Unfortunately, poverty has long-terms effects on health, even for people who escape it. I am in incredibly poor health for someone of my age. I take a fistful of medications every day for 1) polycystic ovarian syndrome, 2) bipolar disorder, 3) PTSD, 4) generalized anxiety disorder, 5) chronic migraine headaches, 6) spondylolisthesis (a degenerative back disorder), and 7) pain for heel, thigh, and shoulder bursitis, and post-surgical rotator cuff surgery. In three weeks, I will be getting my second surgery this year, and my third surgery overall. However, I am very grateful for having excellent health insurance with a network of outstanding providers. When they send me surveys about my care, I actually fill them out, and I practically rave about the quality of care I receive. I know that there are millions of poor people spending this holiday in agony from untreated illnesses and pains. It is tragic to see red states refuse to expand Medicaid or set up their healthcare exchanges to finally provide access to the people who still remain uninsured. For example, poor black men in Detroit have the same life expectancy as men in Uzbekistan, but Michigan is not helping the poor get health care.

Tirado discusses the fact that poor people are often not beautiful. Getting time to exercise, which is critical for maintaining weight and good skin, is a pipe dream. Aside from frequent problems with being overweight, there are the ubiquitous problems with teeth from untreated dental problems and unfixed orthodontia issues. You can’t afford to maintain your hairstyle in a timely way or you cut it yourself to ill effect. The clothes you buy are often unflattering and make you look frumpy, especially if you’re overweight. The clothes they make for overweight people are pretty ugly no matter your social class. You take what you can get at thrift stores or the cheap chain stores. I am intensely appreciative that when I was growing up, taxpayers were willing to fund Medicaid, which included dental benefits. It can be hard for program recipients to find dentists who take Medicaid, but I was fortunate to have a grandmother who had been a receptionist for a dentist for some 15+ years. He took our family’s Medicaid card. My teeth are healthy and my smile doesn’t turn people off. In the present, I can afford to pay for regular trips to the hair salon to keep up my chosen hairstyle, and I can afford to shop for clothes that flatter me. For this, I am also thankful, especially because it signals to others that I am middle class and I am treated better than I would be if I were seen as poor.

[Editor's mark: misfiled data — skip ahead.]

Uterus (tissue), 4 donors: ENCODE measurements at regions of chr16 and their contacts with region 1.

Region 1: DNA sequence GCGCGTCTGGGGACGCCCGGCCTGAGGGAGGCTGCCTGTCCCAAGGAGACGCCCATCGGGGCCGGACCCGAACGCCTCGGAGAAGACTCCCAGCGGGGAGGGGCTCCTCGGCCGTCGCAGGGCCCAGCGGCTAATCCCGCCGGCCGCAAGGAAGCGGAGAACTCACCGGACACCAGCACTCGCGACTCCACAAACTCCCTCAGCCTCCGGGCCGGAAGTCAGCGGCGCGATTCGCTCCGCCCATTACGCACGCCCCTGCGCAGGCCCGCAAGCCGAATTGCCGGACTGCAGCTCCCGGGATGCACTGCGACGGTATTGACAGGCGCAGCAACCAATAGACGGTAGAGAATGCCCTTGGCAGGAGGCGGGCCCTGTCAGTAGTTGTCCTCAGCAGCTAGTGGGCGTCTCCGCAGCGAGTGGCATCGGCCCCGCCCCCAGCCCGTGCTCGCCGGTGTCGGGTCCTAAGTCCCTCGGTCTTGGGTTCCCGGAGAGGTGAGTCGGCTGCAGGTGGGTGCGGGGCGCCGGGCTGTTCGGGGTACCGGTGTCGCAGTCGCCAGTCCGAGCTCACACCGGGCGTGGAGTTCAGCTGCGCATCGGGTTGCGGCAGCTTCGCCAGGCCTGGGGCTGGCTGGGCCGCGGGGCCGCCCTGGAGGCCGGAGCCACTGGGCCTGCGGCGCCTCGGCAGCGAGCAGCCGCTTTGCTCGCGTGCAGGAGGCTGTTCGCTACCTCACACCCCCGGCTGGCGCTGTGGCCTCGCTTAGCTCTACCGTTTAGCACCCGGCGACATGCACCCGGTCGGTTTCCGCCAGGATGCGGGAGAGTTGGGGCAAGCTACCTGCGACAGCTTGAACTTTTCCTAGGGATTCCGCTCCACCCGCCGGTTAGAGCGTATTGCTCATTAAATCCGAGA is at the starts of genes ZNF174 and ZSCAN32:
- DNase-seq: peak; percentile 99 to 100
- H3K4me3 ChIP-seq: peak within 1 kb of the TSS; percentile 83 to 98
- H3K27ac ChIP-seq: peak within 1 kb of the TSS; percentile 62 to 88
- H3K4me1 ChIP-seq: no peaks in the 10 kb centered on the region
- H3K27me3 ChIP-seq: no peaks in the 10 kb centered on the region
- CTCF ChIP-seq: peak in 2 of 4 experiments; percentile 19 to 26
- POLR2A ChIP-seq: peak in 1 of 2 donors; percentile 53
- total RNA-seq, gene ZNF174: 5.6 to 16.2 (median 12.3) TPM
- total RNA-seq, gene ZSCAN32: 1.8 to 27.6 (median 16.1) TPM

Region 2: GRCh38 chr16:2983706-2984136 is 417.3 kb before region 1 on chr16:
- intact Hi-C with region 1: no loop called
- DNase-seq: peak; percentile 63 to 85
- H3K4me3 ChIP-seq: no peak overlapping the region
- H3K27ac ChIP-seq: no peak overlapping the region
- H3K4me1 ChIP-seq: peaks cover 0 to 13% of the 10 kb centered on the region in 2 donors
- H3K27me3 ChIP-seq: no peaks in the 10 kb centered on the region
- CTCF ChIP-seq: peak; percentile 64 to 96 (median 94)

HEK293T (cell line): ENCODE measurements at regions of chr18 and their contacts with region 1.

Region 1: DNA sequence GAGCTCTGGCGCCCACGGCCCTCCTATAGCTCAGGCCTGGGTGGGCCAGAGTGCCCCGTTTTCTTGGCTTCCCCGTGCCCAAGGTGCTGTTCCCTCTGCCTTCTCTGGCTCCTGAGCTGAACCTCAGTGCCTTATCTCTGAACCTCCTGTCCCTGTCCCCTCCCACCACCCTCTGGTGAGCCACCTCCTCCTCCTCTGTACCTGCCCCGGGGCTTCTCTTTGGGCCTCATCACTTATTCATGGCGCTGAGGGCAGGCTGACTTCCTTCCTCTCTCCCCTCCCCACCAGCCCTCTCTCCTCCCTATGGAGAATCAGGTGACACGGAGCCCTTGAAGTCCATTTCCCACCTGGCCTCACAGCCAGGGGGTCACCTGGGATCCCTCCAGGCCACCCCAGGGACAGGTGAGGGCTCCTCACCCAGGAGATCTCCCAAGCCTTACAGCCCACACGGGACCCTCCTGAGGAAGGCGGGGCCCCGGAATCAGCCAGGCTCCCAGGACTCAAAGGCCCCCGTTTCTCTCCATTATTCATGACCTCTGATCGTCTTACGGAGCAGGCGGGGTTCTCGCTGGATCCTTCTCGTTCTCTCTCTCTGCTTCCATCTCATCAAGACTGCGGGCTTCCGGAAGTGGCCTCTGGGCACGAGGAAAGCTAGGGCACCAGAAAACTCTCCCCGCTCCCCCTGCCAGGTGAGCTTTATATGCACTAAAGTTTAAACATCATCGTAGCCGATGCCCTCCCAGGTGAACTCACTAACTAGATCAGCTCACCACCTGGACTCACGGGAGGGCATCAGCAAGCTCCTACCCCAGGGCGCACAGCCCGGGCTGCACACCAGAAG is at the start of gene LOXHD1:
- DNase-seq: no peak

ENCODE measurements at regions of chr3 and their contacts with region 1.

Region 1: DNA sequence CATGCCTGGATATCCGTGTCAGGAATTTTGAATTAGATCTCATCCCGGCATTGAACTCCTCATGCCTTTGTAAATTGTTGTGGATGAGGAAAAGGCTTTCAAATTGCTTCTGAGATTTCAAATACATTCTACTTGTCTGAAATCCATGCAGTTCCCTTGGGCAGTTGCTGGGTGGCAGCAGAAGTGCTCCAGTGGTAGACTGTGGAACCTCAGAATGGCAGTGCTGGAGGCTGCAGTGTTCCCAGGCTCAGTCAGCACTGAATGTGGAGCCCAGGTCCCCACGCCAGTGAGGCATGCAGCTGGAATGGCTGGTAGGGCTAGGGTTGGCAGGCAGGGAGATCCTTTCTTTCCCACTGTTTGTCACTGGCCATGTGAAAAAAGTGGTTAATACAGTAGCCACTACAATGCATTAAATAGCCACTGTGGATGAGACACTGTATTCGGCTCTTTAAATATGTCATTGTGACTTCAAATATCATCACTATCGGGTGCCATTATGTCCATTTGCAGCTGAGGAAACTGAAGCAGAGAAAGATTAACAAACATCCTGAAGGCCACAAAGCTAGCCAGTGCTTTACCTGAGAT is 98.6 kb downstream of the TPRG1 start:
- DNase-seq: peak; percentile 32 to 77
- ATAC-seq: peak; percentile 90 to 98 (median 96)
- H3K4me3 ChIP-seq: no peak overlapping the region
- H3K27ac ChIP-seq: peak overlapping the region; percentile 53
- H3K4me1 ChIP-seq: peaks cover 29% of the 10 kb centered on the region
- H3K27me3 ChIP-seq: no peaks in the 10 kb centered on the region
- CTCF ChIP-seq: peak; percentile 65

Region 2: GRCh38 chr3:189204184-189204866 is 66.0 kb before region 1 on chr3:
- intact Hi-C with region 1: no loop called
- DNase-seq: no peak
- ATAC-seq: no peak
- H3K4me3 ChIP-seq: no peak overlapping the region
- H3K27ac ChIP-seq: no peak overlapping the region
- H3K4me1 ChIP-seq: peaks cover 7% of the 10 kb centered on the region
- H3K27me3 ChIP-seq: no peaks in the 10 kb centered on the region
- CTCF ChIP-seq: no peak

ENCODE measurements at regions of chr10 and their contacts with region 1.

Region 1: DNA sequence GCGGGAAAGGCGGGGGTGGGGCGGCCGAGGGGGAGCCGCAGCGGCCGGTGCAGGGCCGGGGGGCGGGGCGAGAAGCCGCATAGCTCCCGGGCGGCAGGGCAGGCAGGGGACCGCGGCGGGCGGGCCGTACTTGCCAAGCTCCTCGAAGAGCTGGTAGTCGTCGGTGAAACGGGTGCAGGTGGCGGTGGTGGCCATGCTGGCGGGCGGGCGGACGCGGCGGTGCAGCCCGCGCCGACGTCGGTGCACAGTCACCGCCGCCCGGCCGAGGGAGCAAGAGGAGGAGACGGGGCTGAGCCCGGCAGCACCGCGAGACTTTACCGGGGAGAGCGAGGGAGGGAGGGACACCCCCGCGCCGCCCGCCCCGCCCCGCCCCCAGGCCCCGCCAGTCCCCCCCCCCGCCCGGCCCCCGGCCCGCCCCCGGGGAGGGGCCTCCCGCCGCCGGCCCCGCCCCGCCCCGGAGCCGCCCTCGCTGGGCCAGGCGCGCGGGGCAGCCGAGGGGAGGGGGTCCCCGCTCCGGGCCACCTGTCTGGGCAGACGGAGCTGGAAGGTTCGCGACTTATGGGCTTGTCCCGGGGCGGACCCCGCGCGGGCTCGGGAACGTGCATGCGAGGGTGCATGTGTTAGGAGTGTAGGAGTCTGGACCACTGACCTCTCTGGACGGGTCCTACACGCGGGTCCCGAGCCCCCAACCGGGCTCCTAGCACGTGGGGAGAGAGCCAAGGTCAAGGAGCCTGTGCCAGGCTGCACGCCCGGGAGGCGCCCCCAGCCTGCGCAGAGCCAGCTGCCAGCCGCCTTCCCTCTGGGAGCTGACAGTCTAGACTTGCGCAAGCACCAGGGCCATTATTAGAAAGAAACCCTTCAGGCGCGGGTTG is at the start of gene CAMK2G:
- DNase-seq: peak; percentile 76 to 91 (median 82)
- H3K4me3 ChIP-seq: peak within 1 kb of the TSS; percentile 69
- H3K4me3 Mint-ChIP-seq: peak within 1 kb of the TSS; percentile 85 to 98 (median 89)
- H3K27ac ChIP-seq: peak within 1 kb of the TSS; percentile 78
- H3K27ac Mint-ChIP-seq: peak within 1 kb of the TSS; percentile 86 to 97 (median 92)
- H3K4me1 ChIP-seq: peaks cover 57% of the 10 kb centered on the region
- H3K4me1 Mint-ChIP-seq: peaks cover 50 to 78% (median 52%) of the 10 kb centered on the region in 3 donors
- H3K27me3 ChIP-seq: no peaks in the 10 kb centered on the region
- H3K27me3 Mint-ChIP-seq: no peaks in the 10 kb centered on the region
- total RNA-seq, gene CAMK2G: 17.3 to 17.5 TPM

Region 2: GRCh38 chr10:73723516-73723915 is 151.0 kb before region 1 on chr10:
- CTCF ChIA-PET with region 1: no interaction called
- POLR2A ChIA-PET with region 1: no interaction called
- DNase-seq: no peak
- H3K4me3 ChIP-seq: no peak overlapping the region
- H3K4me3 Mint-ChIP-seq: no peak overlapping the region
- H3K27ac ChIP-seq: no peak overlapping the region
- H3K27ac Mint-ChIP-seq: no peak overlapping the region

James Twitchell said,

“There is, in fact, a special crippling quality to poverty in the modern Western world. For the penalty of intractable, transgenerational destitution is not just the absence of things; it is also the absence of meaning, the exclusion from participating in the essential socializing events of modern life… Clearly what the poor are after is what we all want: association, affiliation, inclusion, magical purpose. While they are bombarded, as we all are, by the commercial imprecations of being cool, of experimenting with various presentations of the disposable self, they lack the wherewithal to even enter the loop.”

Today, I can go to the same movies everyone is seeing if I wish, and then have discussions about them. I can buy a computer for my home and sit on the Internet as long as I like and write blog posts instead of waiting in line for a computer at the public library (only to be limited to 30 minutes). I can buy my child items that help him “fit in” in school so he won’t be teased as I was for having “ratty clothes.” This is what I am most grateful for…the sense that I am now part of American society, not banished to its margins, incapable of participating. In summary, Happy Thanksgiving and thank you to all you liberals who keep fighting for people in poverty to live better lives!


Deborah is a former social work professor who taught social policy, mental health policy, and human diversity. Proud to be called liberal, she happily pays her taxes after being raised in a home that needed long-term welfare. Contrary to the opinion of many, she is living proof that government investment in children leads them out of poverty having received services from Head Start to Pell Grants. Deborah works with low-income, first generation, and disabled college students who are at high-risk for dropping out of college in a program designed to help them graduate. She lives with her husband, stepson, and an aging cat.